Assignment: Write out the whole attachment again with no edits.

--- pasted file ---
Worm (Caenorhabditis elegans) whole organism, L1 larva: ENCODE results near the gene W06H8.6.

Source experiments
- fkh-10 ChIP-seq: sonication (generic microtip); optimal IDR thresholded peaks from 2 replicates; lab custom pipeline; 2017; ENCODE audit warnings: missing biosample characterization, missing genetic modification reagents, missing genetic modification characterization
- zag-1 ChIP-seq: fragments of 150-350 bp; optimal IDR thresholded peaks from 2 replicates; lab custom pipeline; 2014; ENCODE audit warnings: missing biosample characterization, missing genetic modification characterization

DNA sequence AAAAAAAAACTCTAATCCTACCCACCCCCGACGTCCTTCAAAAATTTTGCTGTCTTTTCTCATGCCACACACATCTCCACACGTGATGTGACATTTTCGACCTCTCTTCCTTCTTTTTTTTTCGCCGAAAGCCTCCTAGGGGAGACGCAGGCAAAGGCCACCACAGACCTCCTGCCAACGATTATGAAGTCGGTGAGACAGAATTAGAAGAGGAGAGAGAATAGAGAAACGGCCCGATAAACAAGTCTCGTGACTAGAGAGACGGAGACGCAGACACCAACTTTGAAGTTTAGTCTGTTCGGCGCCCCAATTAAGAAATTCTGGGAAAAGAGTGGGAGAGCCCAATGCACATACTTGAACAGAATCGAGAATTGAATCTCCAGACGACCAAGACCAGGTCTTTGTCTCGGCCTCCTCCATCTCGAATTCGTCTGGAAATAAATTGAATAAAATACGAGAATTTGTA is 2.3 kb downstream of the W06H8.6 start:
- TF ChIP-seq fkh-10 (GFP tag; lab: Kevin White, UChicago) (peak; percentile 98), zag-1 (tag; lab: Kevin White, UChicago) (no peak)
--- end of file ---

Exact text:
Worm (Caenorhabditis elegans) whole organism, L1 larva: ENCODE results near the gene W06H8.6.

Source experiments
- fkh-10 ChIP-seq: sonication (generic microtip); optimal IDR thresholded peaks from 2 replicates; lab custom pipeline; 2017; ENCODE audit warnings: missing biosample characterization, missing genetic modification reagents, missing genetic modification characterization
- zag-1 ChIP-seq: fragments of 150-350 bp; optimal IDR thresholded peaks from 2 replicates; lab custom pipeline; 2014; ENCODE audit warnings: missing biosample characterization, missing genetic modification characterization

DNA sequence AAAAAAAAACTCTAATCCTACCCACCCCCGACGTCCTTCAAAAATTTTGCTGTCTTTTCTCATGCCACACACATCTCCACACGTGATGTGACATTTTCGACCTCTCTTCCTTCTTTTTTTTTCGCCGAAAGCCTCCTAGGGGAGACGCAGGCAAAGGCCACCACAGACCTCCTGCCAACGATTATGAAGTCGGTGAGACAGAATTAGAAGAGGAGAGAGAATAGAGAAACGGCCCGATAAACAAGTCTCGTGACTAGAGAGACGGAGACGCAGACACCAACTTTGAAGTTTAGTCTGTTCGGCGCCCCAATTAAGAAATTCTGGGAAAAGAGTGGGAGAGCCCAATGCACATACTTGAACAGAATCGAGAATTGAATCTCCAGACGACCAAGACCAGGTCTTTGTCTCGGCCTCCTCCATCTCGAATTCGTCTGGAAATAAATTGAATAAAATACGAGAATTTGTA is 2.3 kb downstream of the W06H8.6 start:
- TF ChIP-seq fkh-10 (GFP tag; lab: Kevin White, UChicago) (peak; percentile 98), zag-1 (tag; lab: Kevin White, UChicago) (no peak)